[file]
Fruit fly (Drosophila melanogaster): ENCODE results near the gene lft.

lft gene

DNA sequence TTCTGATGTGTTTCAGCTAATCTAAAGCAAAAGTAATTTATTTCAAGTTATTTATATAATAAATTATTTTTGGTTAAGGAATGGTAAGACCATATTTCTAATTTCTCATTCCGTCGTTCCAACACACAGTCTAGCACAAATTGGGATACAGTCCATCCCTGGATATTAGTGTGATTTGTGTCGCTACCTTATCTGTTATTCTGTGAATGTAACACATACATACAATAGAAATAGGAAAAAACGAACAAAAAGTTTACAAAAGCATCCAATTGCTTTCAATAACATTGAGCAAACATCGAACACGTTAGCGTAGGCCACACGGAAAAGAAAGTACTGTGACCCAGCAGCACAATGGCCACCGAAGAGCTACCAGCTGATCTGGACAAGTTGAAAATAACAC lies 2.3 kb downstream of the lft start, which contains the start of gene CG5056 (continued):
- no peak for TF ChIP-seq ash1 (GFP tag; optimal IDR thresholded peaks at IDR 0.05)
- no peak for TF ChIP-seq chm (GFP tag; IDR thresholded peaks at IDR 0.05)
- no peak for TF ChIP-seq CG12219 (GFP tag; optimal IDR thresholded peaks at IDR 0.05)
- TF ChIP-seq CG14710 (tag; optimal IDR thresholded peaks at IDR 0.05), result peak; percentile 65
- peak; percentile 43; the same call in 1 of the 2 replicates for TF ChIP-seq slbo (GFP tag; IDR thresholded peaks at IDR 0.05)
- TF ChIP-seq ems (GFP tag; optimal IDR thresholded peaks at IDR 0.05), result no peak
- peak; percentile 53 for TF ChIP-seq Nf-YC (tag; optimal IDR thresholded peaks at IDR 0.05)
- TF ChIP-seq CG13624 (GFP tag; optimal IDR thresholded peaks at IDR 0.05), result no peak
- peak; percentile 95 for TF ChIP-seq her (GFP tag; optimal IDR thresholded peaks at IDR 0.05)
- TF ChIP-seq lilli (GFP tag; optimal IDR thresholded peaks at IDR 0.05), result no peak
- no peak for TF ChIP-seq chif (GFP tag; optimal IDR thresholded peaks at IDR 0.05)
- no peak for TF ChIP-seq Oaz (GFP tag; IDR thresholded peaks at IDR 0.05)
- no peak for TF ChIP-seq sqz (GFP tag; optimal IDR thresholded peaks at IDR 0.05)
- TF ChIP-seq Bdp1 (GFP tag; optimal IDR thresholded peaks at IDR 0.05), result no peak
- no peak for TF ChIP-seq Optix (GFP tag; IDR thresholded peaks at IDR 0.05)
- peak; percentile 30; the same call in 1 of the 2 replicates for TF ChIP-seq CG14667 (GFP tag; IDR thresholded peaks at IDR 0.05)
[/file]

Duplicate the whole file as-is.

Fruit fly (Drosophila melanogaster): ENCODE results near the gene lft.

lft gene

DNA sequence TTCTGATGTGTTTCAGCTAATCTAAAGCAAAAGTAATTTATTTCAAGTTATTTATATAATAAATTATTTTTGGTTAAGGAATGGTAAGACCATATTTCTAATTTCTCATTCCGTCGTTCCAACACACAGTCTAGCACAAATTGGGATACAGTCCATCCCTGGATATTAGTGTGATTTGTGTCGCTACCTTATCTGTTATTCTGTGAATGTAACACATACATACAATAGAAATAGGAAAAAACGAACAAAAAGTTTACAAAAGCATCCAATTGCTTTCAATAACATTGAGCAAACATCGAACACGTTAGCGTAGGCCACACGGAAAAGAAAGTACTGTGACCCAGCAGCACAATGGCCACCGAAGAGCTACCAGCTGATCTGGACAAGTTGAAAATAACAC lies 2.3 kb downstream of the lft start, which contains the start of gene CG5056 (continued):
- no peak for TF ChIP-seq ash1 (GFP tag; optimal IDR thresholded peaks at IDR 0.05)
- no peak for TF ChIP-seq chm (GFP tag; IDR thresholded peaks at IDR 0.05)
- no peak for TF ChIP-seq CG12219 (GFP tag; optimal IDR thresholded peaks at IDR 0.05)
- TF ChIP-seq CG14710 (tag; optimal IDR thresholded peaks at IDR 0.05), result peak; percentile 65
- peak; percentile 43; the same call in 1 of the 2 replicates for TF ChIP-seq slbo (GFP tag; IDR thresholded peaks at IDR 0.05)
- TF ChIP-seq ems (GFP tag; optimal IDR thresholded peaks at IDR 0.05), result no peak
- peak; percentile 53 for TF ChIP-seq Nf-YC (tag; optimal IDR thresholded peaks at IDR 0.05)
- TF ChIP-seq CG13624 (GFP tag; optimal IDR thresholded peaks at IDR 0.05), result no peak
- peak; percentile 95 for TF ChIP-seq her (GFP tag; optimal IDR thresholded peaks at IDR 0.05)
- TF ChIP-seq lilli (GFP tag; optimal IDR thresholded peaks at IDR 0.05), result no peak
- no peak for TF ChIP-seq chif (GFP tag; optimal IDR thresholded peaks at IDR 0.05)
- no peak for TF ChIP-seq Oaz (GFP tag; IDR thresholded peaks at IDR 0.05)
- no peak for TF ChIP-seq sqz (GFP tag; optimal IDR thresholded peaks at IDR 0.05)
- TF ChIP-seq Bdp1 (GFP tag; optimal IDR thresholded peaks at IDR 0.05), result no peak
- no peak for TF ChIP-seq Optix (GFP tag; IDR thresholded peaks at IDR 0.05)
- peak; percentile 30; the same call in 1 of the 2 replicates for TF ChIP-seq CG14667 (GFP tag; IDR thresholded peaks at IDR 0.05)